What type of therapy is right for me?

The type of therapy best suited to a particular individual depends on several factors, including their primary reason for seeking therapy, their preferred timeline (some therapy types last for a set number of sessions, while others are open-ended), and their personality and preferences—some may prefer a more structured approach. For many individuals, multiple types of therapy could provide a good fit.

How much does therapy cost?

The cost of therapy depends on a number of variables, including location and the therapist’s experience and training. On average, a therapy session in the United States could cost between $100 and $200 or more. If you have insurance, the expense of mental health care is typically lower, but it varies based on your insurance plan details and whether you choose an in-network or out-of-network mental healthcare provider.

What are more affordable or low cost therapy solutions?

Many therapists offer sliding scale payments, usually on a limited number of slots, which consists in an agreement between the therapist and a client to pay a reduced rate. Therapists who provide such arrangements often consider the client's income or ability to pay, but the extent of the discount is ultimately at the therapist's discretion. Furthermore, while group therapy may have different goals and benefits compared to individual therapy, it can be a more affordable solution to address certain types of issues.

Is online therapy cheaper than in-person therapy?

Many therapists charge the same amount for online therapy as they do for in-person therapy—though clients may still find this cost-effective if it cuts down on their transportation costs. Health insurance plans often offer equivalent coverage for online and in-person therapy; indeed, in many places, they are legally required to do so. Text-based or on-demand therapy apps may be cheaper than traditional one-on-one psychotherapy; however, the practice may be less effective and is not likely to be covered by insurance.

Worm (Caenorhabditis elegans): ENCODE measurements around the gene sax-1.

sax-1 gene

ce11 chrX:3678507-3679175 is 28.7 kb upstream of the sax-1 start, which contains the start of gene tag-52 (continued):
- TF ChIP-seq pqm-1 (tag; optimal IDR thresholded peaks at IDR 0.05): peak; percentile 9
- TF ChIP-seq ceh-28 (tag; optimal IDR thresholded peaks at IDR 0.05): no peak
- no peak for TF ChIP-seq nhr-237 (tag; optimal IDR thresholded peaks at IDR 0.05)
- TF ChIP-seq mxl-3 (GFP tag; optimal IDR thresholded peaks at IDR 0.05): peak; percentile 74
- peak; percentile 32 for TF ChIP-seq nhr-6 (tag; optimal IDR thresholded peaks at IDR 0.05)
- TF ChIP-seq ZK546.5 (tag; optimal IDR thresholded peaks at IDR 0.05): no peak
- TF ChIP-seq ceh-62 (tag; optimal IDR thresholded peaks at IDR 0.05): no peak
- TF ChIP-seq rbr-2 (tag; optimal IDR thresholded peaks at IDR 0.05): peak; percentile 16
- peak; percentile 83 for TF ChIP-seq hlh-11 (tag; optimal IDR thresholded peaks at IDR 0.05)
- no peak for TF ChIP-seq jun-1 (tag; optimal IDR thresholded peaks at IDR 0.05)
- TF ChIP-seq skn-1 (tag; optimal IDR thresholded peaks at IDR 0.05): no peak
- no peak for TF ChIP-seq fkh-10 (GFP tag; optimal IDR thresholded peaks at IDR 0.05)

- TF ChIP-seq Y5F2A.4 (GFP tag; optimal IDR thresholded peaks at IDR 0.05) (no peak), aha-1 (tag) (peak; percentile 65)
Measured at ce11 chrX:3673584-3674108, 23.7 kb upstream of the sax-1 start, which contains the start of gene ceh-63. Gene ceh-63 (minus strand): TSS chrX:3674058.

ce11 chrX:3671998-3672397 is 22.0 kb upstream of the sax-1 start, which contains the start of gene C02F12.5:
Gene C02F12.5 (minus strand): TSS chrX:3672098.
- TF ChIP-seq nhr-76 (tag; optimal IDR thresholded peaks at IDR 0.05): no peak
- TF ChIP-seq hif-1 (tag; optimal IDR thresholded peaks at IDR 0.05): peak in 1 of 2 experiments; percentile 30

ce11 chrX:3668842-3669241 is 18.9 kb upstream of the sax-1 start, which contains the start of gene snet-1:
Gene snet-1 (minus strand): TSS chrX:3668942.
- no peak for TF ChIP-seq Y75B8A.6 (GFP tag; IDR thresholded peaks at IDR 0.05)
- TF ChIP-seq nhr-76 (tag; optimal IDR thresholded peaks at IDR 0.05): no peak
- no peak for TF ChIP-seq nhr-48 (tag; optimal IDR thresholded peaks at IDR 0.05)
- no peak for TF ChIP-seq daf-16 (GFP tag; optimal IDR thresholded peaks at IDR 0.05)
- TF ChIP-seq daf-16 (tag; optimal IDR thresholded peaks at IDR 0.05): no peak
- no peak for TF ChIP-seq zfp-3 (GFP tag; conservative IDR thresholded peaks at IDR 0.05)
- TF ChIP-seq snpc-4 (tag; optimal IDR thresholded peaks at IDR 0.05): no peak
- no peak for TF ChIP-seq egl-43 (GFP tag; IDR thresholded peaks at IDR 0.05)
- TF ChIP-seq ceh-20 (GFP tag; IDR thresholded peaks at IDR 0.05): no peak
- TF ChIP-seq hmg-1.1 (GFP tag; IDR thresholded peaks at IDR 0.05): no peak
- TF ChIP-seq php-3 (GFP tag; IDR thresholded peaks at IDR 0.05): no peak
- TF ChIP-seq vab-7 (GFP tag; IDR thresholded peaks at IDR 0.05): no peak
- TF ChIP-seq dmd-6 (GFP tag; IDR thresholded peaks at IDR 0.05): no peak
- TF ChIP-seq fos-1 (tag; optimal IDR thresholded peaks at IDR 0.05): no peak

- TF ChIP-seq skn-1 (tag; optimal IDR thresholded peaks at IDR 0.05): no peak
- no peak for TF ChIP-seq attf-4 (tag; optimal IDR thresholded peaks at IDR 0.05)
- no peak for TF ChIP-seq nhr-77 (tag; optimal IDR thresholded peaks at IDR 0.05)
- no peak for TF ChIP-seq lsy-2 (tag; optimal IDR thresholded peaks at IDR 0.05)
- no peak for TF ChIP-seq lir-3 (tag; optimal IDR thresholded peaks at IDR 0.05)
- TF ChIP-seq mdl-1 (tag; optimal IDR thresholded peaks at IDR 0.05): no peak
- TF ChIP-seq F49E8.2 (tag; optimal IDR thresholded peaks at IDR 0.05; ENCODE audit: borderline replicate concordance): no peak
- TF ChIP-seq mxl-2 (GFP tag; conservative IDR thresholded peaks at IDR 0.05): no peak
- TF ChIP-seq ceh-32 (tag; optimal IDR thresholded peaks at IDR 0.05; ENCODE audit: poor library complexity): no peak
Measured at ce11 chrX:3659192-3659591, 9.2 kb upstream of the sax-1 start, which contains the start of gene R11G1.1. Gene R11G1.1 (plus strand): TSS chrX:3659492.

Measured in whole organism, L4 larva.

Is online therapy a good option?

Therapy conducted online can be just as effective as in-person therapy, as long as there is a strong alliance between the client and the therapist. To find a therapist who provides telehealth services to clients in your area, click “Online Therapy” on the directory homepage and search by your city or town or your zip code.

Are therapy sessions confidential?

Confidentiality is a crucial part of the therapeutic relationship. Therapists in the United States are bound by the regulations set out by the Health Insurance Portability and Accountability Act of 1996 (HIPAA), which aims to protect sensitive health information. With very few exceptions, a therapist will only discuss their client with others when the client has given their written permission. The instances in which a therapist would be required to disclose personal information are: if a client poses a danger to themselves or others, if the therapist suspects the abuse of a child or an elderly or otherwise dependent adult, or if they are legally forced to by court order. These exceptions to the confidentiality agreement are usually discussed with a client before their first session.